The Centers for Disease Control and Prevention (CDC) has issued a public health alert following the first cases of malaria being acquired inside the U.S in 20 years were reported.
Florida health officials earlier this month confirmed two more cases of malaria in the state, bringing the total up to six. Officials said the malaria infections happened in May and June.
The new cases brought the total number of acquired infections across the U.S. to seven, with six being reported in Sarasota County, Florida, and one in a Texas man working for the National Guard, according to NBC News.
Before COVID, around 2,000 cases of malaria were diagnosed in the U.S. each year, with the vast majority being among travelers and immigrants from regions where malaria is more common entering the country.
The seven infections in Florida and Texas are the first to actually be acquired inside the U.S. since 2003 and bring the total number of cases diagnosed in the state this year to 23.
Malaria is a flu-like illness that can be life-threatening if left untreated, according to the CDC. In 2020, there were an estimated 241 million malaria cases worldwide and 627,000 people, mainly children in sub-Saharan Africa, died.
In a June 26 health alert, the CDC said it is collaborating with Texas and Florida officials and that there is no evidence the cases in the two states are related.
The alert stated that the infected patients suffered from the plasmodium vivax strain of malaria, which has a good prognosis if treated early “and causes significantly fewer complications than falciparum malaria” found in subtropical areas, especially in Africa, according to a 2022 study by the Medical University of South Carolina.
An infectious disease specialist at Florida’s Sarasota Memorial Hospital, Dr. Manuel Gordillo, said the hospital treated four of the state’s malaria infections.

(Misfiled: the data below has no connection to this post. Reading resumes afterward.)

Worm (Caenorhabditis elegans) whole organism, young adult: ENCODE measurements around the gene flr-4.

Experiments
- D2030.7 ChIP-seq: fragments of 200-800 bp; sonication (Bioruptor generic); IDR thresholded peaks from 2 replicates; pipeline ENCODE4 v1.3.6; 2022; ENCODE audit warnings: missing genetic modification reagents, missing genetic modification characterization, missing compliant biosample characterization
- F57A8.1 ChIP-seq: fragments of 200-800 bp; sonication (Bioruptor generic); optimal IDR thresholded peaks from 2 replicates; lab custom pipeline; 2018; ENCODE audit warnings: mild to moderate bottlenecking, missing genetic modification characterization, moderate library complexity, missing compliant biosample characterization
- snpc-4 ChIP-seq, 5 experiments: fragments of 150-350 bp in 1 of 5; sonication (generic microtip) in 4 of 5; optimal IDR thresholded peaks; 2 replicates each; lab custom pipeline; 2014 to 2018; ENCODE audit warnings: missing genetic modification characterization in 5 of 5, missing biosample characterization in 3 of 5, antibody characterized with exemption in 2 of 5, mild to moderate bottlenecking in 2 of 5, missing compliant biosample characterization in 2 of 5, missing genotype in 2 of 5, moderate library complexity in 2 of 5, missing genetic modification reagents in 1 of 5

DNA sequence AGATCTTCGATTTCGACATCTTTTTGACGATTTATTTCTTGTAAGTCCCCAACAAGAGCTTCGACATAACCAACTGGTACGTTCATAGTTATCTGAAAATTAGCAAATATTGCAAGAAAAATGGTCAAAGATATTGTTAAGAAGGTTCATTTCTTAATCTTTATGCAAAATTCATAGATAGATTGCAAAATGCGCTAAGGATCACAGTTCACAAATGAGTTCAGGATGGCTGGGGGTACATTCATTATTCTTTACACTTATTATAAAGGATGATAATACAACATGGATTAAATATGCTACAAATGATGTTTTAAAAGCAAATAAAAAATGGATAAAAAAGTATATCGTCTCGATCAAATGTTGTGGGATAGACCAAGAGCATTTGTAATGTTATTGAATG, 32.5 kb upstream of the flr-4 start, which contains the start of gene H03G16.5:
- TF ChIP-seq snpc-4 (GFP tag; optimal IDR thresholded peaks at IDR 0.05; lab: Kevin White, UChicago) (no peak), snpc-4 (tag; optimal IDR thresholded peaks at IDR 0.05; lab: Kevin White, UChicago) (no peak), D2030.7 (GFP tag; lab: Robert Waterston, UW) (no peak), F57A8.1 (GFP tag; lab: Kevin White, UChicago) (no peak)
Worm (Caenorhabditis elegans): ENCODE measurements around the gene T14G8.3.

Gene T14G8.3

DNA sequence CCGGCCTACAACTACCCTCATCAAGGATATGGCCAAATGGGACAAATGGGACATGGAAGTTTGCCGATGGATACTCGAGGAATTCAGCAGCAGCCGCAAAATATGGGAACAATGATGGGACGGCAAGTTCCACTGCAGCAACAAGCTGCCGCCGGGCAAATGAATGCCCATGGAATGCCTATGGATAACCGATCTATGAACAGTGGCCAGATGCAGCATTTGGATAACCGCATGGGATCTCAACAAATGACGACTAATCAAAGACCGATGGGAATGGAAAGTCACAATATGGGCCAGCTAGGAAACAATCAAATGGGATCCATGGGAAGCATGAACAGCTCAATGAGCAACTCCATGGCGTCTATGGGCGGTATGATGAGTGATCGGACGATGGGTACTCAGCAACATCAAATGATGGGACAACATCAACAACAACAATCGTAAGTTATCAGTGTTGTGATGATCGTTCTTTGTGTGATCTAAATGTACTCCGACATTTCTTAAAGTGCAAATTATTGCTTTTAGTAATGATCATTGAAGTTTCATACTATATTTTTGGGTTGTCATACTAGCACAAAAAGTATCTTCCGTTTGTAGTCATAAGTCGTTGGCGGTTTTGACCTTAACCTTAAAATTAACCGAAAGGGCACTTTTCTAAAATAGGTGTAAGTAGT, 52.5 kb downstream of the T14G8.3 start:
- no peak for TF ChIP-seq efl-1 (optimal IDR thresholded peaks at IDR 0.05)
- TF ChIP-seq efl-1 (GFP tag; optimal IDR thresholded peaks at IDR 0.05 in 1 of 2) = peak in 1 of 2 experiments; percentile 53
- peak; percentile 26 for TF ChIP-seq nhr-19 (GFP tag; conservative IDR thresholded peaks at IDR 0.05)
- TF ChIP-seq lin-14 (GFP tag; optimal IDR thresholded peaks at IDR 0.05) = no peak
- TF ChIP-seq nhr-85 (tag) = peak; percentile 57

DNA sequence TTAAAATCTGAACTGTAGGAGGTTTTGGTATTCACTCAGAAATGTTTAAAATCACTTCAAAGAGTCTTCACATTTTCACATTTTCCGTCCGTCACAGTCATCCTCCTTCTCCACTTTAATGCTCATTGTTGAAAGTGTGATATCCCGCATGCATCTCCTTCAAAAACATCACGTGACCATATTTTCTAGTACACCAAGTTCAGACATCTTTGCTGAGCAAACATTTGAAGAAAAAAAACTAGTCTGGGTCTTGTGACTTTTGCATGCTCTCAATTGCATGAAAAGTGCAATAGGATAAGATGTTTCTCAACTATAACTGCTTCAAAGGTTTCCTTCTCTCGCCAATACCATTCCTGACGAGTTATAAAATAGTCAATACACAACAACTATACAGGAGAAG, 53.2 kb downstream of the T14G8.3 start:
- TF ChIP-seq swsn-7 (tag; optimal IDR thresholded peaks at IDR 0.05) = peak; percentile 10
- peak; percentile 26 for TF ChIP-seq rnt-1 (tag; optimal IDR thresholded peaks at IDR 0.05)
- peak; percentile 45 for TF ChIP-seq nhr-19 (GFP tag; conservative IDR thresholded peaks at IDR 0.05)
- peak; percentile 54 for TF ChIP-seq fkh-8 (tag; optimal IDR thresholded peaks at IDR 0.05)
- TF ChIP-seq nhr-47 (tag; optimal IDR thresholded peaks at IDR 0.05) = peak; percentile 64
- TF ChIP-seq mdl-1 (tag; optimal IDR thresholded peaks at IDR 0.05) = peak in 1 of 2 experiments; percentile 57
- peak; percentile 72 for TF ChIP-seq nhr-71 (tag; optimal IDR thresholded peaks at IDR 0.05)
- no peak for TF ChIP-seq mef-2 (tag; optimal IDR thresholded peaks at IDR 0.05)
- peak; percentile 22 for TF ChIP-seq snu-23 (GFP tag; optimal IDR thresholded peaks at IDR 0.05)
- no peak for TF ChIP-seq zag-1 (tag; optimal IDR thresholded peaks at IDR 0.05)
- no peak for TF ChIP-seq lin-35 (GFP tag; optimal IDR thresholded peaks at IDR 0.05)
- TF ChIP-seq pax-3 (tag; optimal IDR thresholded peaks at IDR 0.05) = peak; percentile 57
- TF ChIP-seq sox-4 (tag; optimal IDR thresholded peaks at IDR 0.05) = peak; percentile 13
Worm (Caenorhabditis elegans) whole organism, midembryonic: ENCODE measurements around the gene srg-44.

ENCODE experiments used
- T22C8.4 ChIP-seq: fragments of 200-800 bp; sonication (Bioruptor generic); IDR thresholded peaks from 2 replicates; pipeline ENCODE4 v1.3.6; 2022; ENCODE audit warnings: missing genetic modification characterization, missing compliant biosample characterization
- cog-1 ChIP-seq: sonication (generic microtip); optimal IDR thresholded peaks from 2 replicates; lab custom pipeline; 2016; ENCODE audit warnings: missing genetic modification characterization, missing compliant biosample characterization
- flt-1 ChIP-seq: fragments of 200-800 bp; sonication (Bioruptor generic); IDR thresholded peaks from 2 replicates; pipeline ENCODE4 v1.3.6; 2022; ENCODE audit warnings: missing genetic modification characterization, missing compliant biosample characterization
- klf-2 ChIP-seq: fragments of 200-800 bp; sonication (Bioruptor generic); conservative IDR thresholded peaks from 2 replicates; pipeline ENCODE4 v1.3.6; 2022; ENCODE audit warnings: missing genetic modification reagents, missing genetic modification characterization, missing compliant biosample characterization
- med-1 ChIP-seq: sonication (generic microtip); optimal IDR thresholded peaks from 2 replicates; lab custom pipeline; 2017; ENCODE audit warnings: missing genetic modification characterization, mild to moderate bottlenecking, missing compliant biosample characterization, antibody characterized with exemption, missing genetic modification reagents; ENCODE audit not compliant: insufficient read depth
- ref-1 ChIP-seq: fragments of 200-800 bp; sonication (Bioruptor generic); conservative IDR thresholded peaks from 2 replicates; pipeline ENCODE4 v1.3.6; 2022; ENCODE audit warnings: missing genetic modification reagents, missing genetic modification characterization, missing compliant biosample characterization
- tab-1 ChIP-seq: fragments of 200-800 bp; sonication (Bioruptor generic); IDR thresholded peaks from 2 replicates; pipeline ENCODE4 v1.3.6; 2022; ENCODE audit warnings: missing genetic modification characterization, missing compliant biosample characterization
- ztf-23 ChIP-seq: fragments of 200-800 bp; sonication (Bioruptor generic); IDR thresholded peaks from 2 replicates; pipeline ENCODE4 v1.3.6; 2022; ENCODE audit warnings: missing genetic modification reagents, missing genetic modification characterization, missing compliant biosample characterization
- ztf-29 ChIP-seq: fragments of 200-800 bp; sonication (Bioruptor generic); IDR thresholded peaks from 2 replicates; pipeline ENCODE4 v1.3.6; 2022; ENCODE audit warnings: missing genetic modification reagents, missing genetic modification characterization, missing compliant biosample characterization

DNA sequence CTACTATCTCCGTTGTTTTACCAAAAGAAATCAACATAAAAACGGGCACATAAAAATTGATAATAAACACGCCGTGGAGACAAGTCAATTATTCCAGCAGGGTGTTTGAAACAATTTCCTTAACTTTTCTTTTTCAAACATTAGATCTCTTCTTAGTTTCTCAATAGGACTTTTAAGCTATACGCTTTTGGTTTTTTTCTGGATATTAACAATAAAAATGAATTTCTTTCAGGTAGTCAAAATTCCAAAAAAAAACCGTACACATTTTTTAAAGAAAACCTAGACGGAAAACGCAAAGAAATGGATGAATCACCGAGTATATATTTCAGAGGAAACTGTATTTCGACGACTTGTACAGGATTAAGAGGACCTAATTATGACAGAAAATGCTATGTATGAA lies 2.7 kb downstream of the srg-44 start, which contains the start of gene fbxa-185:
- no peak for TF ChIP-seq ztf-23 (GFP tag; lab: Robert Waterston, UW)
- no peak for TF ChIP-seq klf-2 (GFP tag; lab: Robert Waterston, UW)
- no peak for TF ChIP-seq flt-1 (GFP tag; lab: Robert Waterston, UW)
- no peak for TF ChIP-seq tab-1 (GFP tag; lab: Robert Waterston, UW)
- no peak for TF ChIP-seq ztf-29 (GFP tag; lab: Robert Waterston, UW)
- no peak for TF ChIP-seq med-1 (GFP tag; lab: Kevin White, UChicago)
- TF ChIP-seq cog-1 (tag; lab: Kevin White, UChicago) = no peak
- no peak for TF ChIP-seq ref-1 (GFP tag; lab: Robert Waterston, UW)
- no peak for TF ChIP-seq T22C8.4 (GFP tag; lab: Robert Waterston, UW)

The patients, two of whom were homeless, were all diagnosed after being admitted to hospital suffering from fever and dehydration.
He told NBC News: “Some of the cases were sort of neglecting the symptoms and they presented way late with other complications.”
Dyann Wirth, an infectious diseases professor at the Harvard T.H. Chan School of Public Health told the network that while the cases were surprising, it was not unheard of.
He added: “This is not a panicking thing, but it’s also not something where we should say, ‘Well, it’s so unusual, we shouldn’t worry about it.’ It’s a warning to keep surveillance up.”
Malaria Symptoms and Treatment
Symptoms of malaria include fever, shaking chills, headache, muscle aches, and tiredness. Nausea, vomiting, and diarrhea may also occur. Malaria can also cause anemia and jaundice because of the loss of red blood cells.
Treatment for malaria depends on the strain of the disease, as well as the age of the patient, although it is recommended to begin immediately once the diagnosis has been made.
The CDC has recommended people to be aware of illnesses linked to mosquitoes and has advised the following:
- Take steps to prevent mosquito bites and control mosquitoes at home to protect yourself from any mosquito-borne illness.
- Before you travel, learn about the health risks and precautions for malaria and other diseases for your destination.
- If you are traveling internationally to an area where malaria occurs, talk to your healthcare provider about medicines to prevent you from getting malaria.
- If you have traveled to an area where malaria occurs and develop a fever, chills, headache, body aches, and fatigue, seek medical care and tell your healthcare provider where you had traveled.
Newsweek has contacted the Florida Department of Health for comment.
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